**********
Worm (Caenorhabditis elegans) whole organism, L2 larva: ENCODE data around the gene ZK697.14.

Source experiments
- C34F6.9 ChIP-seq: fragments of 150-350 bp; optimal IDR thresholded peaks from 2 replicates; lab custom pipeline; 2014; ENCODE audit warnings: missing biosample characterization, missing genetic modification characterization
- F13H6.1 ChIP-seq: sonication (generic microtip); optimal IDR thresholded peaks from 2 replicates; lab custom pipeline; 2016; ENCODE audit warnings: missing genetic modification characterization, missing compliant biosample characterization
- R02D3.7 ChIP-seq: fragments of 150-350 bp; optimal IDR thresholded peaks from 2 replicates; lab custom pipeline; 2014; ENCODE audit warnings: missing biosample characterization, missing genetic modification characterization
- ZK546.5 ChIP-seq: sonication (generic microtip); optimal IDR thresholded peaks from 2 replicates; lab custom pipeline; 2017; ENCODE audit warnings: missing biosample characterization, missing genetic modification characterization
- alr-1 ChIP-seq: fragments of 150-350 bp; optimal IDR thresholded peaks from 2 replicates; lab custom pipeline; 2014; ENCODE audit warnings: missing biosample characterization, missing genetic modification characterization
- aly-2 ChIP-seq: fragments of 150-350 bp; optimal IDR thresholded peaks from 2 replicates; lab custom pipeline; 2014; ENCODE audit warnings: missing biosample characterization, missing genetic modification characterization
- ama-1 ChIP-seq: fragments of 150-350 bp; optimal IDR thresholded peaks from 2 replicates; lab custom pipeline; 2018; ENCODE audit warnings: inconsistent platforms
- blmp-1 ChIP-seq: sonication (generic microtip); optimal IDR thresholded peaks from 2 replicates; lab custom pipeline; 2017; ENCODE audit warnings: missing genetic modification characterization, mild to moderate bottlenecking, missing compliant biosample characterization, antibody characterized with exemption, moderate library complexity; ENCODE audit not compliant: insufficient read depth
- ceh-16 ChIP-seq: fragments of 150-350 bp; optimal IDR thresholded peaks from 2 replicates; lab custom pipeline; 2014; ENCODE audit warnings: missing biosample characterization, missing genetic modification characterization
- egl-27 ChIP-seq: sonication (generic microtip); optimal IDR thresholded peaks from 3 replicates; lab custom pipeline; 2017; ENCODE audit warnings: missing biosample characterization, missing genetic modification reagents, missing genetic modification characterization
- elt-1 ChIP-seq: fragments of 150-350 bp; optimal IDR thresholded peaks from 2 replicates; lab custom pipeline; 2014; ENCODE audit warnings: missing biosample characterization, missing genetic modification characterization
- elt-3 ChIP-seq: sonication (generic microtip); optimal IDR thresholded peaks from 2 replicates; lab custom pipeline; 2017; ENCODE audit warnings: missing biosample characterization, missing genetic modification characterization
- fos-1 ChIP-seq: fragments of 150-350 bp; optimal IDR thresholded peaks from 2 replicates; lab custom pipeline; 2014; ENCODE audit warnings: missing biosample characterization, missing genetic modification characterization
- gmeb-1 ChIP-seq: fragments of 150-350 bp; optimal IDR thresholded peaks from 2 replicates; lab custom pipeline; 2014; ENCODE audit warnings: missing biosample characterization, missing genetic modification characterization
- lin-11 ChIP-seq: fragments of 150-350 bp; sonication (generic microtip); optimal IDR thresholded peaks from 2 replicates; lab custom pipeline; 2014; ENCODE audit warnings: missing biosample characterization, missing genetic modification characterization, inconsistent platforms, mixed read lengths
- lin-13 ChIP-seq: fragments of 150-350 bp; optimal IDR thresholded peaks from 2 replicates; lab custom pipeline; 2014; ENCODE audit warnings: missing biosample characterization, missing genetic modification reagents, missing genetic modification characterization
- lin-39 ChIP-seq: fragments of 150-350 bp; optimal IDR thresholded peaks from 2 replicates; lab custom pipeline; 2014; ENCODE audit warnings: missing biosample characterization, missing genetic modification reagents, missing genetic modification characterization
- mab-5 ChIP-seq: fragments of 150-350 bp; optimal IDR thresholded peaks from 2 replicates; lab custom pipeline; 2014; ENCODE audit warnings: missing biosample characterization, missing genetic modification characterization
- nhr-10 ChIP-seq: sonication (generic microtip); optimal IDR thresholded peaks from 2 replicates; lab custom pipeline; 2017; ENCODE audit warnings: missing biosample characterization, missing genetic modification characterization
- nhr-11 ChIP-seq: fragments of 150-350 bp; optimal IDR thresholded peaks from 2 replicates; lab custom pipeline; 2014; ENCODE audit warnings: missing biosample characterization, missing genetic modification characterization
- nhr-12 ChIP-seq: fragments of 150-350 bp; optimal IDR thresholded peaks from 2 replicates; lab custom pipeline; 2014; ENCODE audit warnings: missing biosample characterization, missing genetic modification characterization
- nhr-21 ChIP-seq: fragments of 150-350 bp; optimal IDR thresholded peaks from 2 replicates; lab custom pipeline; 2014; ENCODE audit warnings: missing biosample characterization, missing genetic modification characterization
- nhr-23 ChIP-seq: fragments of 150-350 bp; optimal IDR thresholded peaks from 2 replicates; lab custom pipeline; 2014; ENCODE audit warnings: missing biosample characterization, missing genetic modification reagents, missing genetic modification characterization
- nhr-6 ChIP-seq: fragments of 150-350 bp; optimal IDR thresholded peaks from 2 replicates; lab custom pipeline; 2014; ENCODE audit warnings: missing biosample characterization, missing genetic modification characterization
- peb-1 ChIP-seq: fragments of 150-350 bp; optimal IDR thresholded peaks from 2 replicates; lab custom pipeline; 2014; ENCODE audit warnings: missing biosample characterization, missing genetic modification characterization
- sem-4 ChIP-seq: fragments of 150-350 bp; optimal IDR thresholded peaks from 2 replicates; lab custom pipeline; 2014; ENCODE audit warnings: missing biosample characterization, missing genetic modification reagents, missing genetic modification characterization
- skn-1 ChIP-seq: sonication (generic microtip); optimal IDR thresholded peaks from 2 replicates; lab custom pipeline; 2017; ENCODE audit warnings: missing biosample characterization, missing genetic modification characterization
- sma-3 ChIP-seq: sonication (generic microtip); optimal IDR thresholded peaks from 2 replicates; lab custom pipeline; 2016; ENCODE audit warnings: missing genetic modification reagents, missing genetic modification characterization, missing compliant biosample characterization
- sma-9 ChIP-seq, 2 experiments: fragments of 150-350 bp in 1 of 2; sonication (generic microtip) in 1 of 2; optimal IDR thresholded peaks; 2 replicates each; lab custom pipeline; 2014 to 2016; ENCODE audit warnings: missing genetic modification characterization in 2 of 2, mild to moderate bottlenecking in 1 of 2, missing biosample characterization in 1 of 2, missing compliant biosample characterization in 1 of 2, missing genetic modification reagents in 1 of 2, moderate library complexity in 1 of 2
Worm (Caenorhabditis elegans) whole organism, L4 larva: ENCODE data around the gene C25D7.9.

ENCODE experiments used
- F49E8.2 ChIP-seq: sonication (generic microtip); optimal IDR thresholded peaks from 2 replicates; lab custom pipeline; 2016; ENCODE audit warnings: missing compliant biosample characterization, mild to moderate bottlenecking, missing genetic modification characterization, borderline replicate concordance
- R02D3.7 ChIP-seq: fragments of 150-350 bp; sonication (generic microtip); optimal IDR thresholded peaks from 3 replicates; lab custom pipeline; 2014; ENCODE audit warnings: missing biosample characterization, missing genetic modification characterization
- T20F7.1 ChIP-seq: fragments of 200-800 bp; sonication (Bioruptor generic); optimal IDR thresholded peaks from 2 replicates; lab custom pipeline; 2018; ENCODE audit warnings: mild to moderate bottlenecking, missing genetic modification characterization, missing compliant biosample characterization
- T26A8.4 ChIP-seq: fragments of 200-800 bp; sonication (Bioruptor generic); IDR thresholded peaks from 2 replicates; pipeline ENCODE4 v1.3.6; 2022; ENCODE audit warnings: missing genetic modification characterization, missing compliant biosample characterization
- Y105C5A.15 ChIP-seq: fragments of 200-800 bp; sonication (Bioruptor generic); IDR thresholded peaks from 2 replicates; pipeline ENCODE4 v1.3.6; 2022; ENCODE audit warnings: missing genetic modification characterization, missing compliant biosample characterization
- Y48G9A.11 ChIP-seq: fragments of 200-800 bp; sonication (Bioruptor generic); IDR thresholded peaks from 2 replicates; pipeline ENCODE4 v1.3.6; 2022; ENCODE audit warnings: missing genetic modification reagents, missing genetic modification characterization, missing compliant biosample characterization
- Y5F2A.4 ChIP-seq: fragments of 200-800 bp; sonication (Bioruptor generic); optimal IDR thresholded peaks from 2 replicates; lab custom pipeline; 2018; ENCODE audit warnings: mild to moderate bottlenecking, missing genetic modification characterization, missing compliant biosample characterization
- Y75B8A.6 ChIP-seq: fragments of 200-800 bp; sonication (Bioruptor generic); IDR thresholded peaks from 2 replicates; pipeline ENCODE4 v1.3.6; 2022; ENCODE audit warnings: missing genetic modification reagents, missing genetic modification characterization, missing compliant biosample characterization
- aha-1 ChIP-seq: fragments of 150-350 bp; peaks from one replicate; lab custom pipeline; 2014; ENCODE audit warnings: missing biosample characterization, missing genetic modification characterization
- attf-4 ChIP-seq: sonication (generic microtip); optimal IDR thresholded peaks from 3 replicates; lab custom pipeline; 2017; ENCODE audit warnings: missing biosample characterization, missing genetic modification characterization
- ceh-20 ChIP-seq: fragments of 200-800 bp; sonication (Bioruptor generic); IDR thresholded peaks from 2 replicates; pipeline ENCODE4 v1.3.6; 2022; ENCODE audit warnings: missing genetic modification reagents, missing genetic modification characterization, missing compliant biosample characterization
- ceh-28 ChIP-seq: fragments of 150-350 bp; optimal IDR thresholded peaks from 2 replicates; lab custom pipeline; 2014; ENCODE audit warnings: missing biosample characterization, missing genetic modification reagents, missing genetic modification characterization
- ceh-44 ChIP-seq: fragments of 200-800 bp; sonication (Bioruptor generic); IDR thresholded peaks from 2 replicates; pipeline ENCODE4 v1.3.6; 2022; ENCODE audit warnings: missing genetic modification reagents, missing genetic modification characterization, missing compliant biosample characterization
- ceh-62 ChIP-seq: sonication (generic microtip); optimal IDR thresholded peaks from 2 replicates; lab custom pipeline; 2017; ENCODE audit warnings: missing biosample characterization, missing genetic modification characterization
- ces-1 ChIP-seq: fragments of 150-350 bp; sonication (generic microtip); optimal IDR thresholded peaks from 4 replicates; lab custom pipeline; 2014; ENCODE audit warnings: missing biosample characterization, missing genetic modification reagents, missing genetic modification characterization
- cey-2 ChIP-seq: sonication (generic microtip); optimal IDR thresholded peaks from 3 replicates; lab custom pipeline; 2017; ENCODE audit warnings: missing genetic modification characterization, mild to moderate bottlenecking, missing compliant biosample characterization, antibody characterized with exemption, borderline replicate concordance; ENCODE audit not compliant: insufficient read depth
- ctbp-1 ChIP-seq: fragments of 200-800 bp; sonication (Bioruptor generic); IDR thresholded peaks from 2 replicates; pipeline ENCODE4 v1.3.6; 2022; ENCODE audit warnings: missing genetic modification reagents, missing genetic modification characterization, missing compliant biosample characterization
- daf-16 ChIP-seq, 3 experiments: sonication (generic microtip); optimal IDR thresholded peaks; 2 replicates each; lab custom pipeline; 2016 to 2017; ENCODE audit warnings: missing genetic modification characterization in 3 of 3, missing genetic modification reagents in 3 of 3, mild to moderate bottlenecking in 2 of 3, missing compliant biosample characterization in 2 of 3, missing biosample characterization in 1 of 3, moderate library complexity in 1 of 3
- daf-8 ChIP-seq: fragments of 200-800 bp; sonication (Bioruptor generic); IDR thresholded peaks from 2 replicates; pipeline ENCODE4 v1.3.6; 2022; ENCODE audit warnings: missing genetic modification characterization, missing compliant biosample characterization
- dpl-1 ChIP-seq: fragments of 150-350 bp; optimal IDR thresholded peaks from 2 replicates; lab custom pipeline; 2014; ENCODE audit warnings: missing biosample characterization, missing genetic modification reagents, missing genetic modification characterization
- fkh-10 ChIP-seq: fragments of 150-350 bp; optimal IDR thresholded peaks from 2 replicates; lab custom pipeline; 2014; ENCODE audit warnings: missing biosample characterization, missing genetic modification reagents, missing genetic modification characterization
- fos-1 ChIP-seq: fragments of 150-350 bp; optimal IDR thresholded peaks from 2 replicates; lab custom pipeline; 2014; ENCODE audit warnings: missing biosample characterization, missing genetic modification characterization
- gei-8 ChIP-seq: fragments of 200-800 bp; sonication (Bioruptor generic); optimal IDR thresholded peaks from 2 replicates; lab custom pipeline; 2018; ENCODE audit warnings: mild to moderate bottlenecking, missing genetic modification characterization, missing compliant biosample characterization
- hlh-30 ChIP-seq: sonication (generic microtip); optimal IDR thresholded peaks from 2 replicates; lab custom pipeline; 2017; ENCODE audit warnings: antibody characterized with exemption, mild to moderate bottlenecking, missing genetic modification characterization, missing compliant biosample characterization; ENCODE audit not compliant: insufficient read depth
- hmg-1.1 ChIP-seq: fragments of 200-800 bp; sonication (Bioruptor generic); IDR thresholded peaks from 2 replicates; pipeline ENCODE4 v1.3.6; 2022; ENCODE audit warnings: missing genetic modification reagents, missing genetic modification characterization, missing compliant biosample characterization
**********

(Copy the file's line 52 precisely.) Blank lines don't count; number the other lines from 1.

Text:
- daf-8 ChIP-seq: fragments of 200-800 bp; sonication (Bioruptor generic); IDR thresholded peaks from 2 replicates; pipeline ENCODE4 v1.3.6; 2022; ENCODE audit warnings: missing genetic modification characterization, missing compliant biosample characterization